With the Trinity, however, this problem is avoided. God has always been love because God has always had relationship. The Father loves the Son, the Son is the beloved of the Father, and the Spirit is the love between them. This sub-doctrine of the Trinity, known as perichoresis, gives rational weight to the revelatory truth that required its development.

Requiring the Trinity

This may still beg one final question. Why believe the Bible at all? Why go through all this work, just to come up with something that no one can totally understand? Well, as I have said many times before, that is because the facts of history demand it.

It is beyond rational dispute that Jesus Christ was crucified and then rose back to life. There is no naturalistic explanation for why this happened. No one executed by the Romans could have survived the process, let alone survive the wounds for days afterward, singlehandedly escape a tomb guarded by soldiers, made his way into the city a few miles away, entered a locked room, and then appeared to his friends as anything more than a pitiable mess. And if, instead, you simply assume Jesus stayed dead, where is His body? Even His enemies admitted it was gone. Again, it makes no sense to believe the disciples could have stolen it. Nor is it rational to assume that they created this religion on the basis of a lie, one that made them no wealth, gave them no influence, and resulted in their torture and death. The Bible records a miracle, but a miracle is the only way to make sense of the facts.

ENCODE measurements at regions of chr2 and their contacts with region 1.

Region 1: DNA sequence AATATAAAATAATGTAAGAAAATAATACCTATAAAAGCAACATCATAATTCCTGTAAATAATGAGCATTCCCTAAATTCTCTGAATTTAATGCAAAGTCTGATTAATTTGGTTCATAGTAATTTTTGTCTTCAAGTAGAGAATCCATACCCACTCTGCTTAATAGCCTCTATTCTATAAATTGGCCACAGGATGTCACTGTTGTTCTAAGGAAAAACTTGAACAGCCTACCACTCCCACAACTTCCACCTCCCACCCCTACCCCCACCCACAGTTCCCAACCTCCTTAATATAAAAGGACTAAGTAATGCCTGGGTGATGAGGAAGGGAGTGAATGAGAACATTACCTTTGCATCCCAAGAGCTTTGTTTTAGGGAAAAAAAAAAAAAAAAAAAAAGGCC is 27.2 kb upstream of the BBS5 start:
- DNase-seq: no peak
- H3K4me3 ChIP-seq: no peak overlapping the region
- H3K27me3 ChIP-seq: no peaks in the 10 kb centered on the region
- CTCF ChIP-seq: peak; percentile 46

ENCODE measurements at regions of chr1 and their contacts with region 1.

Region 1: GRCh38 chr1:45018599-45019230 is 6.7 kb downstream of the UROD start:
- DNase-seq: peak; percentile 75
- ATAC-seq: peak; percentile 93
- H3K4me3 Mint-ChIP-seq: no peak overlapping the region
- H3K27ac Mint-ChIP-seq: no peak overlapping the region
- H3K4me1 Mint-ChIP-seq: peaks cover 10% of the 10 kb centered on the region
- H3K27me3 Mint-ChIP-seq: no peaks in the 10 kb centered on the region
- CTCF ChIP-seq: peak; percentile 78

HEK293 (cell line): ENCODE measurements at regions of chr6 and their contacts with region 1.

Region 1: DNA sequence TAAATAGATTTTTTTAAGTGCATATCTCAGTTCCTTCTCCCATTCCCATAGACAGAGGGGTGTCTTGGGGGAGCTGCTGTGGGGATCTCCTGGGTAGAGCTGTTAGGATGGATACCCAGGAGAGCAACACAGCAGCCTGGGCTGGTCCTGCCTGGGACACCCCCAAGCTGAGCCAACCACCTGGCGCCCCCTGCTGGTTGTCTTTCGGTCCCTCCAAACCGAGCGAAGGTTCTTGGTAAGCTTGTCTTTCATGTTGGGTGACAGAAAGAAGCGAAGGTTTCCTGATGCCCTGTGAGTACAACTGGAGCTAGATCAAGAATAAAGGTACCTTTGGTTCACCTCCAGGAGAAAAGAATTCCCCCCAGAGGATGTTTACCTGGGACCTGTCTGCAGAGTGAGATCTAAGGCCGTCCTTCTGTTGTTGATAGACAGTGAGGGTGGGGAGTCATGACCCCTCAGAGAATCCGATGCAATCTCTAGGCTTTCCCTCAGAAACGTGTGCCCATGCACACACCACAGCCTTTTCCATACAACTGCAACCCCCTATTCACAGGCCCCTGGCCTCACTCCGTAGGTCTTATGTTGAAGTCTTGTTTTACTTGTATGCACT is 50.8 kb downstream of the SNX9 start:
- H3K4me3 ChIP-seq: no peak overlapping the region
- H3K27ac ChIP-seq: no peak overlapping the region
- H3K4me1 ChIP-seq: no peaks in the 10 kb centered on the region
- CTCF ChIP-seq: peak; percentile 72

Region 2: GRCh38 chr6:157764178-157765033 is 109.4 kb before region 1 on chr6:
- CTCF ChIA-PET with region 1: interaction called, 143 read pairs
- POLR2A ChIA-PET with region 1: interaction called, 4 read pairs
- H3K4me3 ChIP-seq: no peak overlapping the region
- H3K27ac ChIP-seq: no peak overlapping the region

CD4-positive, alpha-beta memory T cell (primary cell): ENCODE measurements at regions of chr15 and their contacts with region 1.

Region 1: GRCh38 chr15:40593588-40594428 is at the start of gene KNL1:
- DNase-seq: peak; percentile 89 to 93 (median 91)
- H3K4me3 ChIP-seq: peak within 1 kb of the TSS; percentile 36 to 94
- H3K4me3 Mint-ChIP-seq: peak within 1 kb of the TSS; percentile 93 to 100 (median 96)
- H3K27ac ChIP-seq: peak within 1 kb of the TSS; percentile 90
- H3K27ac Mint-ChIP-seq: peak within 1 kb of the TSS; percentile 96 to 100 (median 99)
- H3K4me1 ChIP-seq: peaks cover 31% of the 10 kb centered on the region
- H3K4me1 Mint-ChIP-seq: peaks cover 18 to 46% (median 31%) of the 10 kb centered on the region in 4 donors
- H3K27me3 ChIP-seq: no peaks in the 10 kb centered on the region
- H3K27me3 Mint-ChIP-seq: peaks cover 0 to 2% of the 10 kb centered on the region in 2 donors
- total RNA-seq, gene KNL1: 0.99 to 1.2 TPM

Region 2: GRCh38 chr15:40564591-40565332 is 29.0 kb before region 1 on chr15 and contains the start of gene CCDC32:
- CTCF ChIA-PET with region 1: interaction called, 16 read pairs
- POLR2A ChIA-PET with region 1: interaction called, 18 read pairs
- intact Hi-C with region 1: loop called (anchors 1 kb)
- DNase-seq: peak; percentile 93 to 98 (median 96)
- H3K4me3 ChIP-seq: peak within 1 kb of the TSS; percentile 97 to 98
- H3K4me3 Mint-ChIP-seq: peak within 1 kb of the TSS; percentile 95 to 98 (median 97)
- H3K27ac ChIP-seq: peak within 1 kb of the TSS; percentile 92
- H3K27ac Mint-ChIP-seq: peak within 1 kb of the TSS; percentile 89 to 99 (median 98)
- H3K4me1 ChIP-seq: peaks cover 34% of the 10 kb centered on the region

This, in turn, leads to other conclusions. Jesus made Himself out to be equal with God. With His resurrection, He proved it. So that’s the point here. We need an idea like the Trinity because we need a way to understand that Jesus is God. We need to understand it because it is self-evident. The explanation follows from the evidence. The resurrection is at the center of why this concept was developed. It expresses the truth as it has to be, even if we cannot grasp it entirely.

When all is said and done, accepting the Trinity is still a matter of faith. We are too limited to ever reach the point of total comprehension. But faith does not have to be, and should not be, irrational. It comes about from what we know to be true, and it is strengthened by the elements and pictures we can understand. We have what we need, and that is enough.